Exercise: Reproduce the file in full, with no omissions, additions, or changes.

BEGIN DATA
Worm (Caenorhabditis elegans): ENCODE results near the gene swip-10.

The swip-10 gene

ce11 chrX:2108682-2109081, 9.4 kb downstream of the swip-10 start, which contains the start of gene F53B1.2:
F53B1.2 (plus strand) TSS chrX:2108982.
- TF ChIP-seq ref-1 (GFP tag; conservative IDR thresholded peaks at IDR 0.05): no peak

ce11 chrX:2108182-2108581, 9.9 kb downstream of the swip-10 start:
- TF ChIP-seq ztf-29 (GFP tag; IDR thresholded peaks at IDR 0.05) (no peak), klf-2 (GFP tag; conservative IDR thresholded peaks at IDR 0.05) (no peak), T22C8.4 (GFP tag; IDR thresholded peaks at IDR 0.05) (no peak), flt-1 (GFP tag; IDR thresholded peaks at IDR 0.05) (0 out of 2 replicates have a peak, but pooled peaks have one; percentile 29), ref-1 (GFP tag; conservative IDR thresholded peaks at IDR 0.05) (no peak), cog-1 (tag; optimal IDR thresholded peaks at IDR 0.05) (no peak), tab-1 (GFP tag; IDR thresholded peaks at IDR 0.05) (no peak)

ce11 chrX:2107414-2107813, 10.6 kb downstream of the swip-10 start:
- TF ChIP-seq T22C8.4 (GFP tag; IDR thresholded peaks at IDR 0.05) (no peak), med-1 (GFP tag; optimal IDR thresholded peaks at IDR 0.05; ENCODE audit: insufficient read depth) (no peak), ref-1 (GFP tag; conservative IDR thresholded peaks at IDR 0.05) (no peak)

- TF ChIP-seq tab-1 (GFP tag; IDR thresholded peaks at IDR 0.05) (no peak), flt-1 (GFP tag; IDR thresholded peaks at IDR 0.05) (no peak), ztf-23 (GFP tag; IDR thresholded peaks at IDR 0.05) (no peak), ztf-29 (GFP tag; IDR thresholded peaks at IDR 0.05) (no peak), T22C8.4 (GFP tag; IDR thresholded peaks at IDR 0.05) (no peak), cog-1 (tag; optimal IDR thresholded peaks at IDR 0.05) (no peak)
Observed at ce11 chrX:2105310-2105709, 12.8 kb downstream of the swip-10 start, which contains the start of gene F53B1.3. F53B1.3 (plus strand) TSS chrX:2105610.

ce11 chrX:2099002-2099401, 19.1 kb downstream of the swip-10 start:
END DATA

Worm (Caenorhabditis elegans): ENCODE results near the gene swip-10.

The swip-10 gene

ce11 chrX:2108682-2109081, 9.4 kb downstream of the swip-10 start, which contains the start of gene F53B1.2:
F53B1.2 (plus strand) TSS chrX:2108982.
- TF ChIP-seq ref-1 (GFP tag; conservative IDR thresholded peaks at IDR 0.05): no peak

ce11 chrX:2108182-2108581, 9.9 kb downstream of the swip-10 start:
- TF ChIP-seq ztf-29 (GFP tag; IDR thresholded peaks at IDR 0.05) (no peak), klf-2 (GFP tag; conservative IDR thresholded peaks at IDR 0.05) (no peak), T22C8.4 (GFP tag; IDR thresholded peaks at IDR 0.05) (no peak), flt-1 (GFP tag; IDR thresholded peaks at IDR 0.05) (0 out of 2 replicates have a peak, but pooled peaks have one; percentile 29), ref-1 (GFP tag; conservative IDR thresholded peaks at IDR 0.05) (no peak), cog-1 (tag; optimal IDR thresholded peaks at IDR 0.05) (no peak), tab-1 (GFP tag; IDR thresholded peaks at IDR 0.05) (no peak)

ce11 chrX:2107414-2107813, 10.6 kb downstream of the swip-10 start:
- TF ChIP-seq T22C8.4 (GFP tag; IDR thresholded peaks at IDR 0.05) (no peak), med-1 (GFP tag; optimal IDR thresholded peaks at IDR 0.05; ENCODE audit: insufficient read depth) (no peak), ref-1 (GFP tag; conservative IDR thresholded peaks at IDR 0.05) (no peak)

- TF ChIP-seq tab-1 (GFP tag; IDR thresholded peaks at IDR 0.05) (no peak), flt-1 (GFP tag; IDR thresholded peaks at IDR 0.05) (no peak), ztf-23 (GFP tag; IDR thresholded peaks at IDR 0.05) (no peak), ztf-29 (GFP tag; IDR thresholded peaks at IDR 0.05) (no peak), T22C8.4 (GFP tag; IDR thresholded peaks at IDR 0.05) (no peak), cog-1 (tag; optimal IDR thresholded peaks at IDR 0.05) (no peak)
Observed at ce11 chrX:2105310-2105709, 12.8 kb downstream of the swip-10 start, which contains the start of gene F53B1.3. F53B1.3 (plus strand) TSS chrX:2105610.

ce11 chrX:2099002-2099401, 19.1 kb downstream of the swip-10 start: